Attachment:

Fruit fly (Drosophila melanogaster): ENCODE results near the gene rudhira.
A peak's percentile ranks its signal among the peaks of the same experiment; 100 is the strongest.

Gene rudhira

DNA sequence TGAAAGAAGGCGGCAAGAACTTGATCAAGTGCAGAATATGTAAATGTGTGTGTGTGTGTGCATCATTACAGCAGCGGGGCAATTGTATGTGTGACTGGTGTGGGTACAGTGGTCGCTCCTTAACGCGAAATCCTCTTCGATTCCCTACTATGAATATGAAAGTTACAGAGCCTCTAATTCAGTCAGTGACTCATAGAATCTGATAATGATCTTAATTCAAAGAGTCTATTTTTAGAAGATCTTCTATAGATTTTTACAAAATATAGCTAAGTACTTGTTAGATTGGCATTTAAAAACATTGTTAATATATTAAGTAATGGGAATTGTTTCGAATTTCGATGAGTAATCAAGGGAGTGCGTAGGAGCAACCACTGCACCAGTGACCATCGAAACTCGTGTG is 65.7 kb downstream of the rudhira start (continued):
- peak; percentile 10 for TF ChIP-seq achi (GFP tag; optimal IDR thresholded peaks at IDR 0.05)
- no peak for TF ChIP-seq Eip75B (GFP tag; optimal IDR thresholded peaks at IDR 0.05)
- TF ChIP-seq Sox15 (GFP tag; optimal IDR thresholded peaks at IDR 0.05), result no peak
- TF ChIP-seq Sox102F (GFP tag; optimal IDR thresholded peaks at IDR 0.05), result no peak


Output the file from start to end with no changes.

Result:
Fruit fly (Drosophila melanogaster): ENCODE results near the gene rudhira.
A peak's percentile ranks its signal among the peaks of the same experiment; 100 is the strongest.

Gene rudhira

DNA sequence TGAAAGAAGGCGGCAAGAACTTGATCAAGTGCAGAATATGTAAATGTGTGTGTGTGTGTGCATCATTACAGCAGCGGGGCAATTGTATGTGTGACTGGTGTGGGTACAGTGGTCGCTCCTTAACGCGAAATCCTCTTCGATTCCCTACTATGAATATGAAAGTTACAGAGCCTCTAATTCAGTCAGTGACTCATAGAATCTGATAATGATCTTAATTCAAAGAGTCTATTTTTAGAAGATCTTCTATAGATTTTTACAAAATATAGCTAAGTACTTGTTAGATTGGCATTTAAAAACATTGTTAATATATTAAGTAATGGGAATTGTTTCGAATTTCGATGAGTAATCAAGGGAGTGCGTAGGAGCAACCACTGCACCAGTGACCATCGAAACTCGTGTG is 65.7 kb downstream of the rudhira start (continued):
- peak; percentile 10 for TF ChIP-seq achi (GFP tag; optimal IDR thresholded peaks at IDR 0.05)
- no peak for TF ChIP-seq Eip75B (GFP tag; optimal IDR thresholded peaks at IDR 0.05)
- TF ChIP-seq Sox15 (GFP tag; optimal IDR thresholded peaks at IDR 0.05), result no peak
- TF ChIP-seq Sox102F (GFP tag; optimal IDR thresholded peaks at IDR 0.05), result no peak